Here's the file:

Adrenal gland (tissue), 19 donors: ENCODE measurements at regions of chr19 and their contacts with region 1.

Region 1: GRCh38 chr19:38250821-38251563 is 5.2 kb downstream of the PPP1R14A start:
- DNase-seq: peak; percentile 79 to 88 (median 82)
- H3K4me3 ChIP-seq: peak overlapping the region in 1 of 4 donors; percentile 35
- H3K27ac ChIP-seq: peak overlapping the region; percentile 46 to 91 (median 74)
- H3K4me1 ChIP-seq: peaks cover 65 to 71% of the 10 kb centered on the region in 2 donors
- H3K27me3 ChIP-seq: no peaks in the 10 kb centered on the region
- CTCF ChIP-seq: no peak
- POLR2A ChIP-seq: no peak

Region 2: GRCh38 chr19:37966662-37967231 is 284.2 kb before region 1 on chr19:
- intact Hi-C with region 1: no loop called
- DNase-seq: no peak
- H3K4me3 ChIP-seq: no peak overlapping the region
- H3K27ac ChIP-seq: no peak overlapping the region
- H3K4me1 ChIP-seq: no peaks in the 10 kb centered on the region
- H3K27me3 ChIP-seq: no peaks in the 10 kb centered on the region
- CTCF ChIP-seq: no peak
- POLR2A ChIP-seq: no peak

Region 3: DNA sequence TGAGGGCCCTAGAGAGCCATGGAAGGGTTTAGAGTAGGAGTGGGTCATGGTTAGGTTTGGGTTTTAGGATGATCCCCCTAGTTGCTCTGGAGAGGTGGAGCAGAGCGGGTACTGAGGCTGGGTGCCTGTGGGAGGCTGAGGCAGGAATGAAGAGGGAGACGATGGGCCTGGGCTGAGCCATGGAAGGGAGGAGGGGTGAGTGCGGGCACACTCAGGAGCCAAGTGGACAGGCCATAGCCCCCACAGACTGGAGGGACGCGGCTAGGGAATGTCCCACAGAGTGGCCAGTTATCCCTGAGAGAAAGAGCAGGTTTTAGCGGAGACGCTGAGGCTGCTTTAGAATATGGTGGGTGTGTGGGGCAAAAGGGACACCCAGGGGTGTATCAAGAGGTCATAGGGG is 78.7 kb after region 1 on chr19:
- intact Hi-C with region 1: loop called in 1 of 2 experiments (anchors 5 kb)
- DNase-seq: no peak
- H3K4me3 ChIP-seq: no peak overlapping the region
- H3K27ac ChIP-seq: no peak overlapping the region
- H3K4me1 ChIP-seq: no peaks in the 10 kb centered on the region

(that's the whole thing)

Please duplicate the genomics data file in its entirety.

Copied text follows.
Adrenal gland (tissue), 19 donors: ENCODE measurements at regions of chr19 and their contacts with region 1.

Region 1: GRCh38 chr19:38250821-38251563 is 5.2 kb downstream of the PPP1R14A start:
- DNase-seq: peak; percentile 79 to 88 (median 82)
- H3K4me3 ChIP-seq: peak overlapping the region in 1 of 4 donors; percentile 35
- H3K27ac ChIP-seq: peak overlapping the region; percentile 46 to 91 (median 74)
- H3K4me1 ChIP-seq: peaks cover 65 to 71% of the 10 kb centered on the region in 2 donors
- H3K27me3 ChIP-seq: no peaks in the 10 kb centered on the region
- CTCF ChIP-seq: no peak
- POLR2A ChIP-seq: no peak

Region 2: GRCh38 chr19:37966662-37967231 is 284.2 kb before region 1 on chr19:
- intact Hi-C with region 1: no loop called
- DNase-seq: no peak
- H3K4me3 ChIP-seq: no peak overlapping the region
- H3K27ac ChIP-seq: no peak overlapping the region
- H3K4me1 ChIP-seq: no peaks in the 10 kb centered on the region
- H3K27me3 ChIP-seq: no peaks in the 10 kb centered on the region
- CTCF ChIP-seq: no peak
- POLR2A ChIP-seq: no peak

Region 3: DNA sequence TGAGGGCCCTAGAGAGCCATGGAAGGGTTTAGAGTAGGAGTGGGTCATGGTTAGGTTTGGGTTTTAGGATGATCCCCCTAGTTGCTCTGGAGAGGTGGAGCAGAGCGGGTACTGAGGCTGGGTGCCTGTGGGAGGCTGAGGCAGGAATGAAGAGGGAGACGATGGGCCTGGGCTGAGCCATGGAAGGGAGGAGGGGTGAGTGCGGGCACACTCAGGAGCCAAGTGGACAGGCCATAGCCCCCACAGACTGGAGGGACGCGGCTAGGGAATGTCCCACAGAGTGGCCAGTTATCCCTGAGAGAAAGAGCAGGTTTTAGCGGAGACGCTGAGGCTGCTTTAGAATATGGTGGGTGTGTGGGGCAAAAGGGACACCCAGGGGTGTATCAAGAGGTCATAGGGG is 78.7 kb after region 1 on chr19:
- intact Hi-C with region 1: loop called in 1 of 2 experiments (anchors 5 kb)
- DNase-seq: no peak
- H3K4me3 ChIP-seq: no peak overlapping the region
- H3K27ac ChIP-seq: no peak overlapping the region
- H3K4me1 ChIP-seq: no peaks in the 10 kb centered on the region